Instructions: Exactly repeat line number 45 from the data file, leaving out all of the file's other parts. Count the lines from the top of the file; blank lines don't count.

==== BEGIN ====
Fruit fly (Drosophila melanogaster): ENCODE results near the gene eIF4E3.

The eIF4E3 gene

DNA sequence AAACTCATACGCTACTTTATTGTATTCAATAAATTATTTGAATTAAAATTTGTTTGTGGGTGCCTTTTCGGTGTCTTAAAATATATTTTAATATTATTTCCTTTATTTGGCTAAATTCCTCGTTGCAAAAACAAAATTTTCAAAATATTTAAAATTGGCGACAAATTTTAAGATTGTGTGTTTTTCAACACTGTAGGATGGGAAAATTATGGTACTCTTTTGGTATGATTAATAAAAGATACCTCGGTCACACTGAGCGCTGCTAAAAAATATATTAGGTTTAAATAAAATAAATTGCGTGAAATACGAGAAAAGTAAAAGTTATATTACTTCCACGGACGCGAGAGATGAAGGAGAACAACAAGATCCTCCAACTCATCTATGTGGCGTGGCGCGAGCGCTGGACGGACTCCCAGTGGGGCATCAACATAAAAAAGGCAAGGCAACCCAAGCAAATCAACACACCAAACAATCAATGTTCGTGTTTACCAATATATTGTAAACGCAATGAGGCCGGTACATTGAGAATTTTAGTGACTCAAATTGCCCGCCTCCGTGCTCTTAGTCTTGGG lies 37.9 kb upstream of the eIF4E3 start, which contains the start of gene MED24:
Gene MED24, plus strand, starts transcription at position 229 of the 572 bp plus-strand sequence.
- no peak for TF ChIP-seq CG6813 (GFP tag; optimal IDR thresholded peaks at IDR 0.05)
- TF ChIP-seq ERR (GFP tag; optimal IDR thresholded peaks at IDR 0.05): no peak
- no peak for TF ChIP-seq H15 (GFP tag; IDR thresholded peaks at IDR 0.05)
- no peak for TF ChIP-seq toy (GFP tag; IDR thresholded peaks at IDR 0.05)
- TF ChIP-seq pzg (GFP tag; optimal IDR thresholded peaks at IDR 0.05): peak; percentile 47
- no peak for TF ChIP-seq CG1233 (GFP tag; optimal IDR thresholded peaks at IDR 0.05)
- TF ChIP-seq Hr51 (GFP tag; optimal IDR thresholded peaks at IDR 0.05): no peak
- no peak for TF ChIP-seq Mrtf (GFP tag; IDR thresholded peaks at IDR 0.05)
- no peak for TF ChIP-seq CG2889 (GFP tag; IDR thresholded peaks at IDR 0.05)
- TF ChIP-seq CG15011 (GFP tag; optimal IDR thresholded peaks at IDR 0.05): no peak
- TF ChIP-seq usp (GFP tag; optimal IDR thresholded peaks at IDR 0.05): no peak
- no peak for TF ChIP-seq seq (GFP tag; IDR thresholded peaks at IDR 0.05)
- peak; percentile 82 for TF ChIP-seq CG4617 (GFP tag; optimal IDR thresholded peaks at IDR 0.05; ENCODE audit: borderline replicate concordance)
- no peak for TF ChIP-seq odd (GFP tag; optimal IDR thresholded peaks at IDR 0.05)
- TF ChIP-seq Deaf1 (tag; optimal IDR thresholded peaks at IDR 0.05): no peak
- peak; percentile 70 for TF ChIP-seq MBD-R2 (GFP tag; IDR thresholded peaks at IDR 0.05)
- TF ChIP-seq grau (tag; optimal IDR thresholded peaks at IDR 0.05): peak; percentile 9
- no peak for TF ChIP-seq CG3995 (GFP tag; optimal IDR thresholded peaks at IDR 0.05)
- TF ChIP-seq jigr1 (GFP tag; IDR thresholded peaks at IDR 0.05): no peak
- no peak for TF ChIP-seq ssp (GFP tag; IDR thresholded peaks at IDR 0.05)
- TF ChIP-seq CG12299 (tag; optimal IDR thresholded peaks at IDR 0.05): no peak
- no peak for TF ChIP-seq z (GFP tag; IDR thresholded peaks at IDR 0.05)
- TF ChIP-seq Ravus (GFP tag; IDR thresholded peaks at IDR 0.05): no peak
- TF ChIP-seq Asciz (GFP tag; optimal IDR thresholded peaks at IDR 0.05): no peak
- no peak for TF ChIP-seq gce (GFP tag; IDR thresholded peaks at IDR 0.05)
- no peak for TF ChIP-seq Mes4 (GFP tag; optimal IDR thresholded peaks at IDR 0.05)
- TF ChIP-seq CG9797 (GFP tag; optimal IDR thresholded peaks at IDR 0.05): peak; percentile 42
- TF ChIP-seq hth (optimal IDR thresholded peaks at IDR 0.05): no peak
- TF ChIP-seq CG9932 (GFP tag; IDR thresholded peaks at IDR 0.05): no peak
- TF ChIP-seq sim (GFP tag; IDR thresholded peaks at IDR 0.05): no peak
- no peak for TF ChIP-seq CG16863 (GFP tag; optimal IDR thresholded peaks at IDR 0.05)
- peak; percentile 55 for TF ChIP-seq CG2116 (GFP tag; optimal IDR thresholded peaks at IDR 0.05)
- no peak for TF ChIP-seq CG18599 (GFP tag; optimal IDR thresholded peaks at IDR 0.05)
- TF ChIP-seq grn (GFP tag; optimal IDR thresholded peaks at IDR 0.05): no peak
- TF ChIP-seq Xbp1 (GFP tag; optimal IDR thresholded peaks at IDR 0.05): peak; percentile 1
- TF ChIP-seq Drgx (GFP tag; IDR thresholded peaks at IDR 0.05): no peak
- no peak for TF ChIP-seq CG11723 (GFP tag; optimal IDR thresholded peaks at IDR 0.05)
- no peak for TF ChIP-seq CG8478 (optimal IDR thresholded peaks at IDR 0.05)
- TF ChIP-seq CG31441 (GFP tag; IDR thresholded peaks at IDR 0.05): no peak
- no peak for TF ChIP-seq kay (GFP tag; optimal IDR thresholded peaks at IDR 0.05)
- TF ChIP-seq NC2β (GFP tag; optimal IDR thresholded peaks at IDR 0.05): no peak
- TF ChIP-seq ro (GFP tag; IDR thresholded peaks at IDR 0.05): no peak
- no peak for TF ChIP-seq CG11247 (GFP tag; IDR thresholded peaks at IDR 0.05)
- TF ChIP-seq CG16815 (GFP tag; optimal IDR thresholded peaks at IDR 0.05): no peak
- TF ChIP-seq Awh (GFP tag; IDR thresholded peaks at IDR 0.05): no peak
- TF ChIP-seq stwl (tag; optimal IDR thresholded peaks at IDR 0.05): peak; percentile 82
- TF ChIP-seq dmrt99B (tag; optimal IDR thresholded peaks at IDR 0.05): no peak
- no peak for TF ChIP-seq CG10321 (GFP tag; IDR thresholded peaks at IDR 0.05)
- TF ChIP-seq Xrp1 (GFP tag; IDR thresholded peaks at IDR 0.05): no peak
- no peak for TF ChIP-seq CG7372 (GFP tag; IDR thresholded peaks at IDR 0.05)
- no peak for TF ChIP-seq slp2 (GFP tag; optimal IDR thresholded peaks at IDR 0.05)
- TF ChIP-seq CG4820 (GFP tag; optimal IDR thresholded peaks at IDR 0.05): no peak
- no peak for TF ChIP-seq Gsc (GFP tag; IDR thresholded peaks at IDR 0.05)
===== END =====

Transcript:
- TF ChIP-seq NC2β (GFP tag; optimal IDR thresholded peaks at IDR 0.05): no peak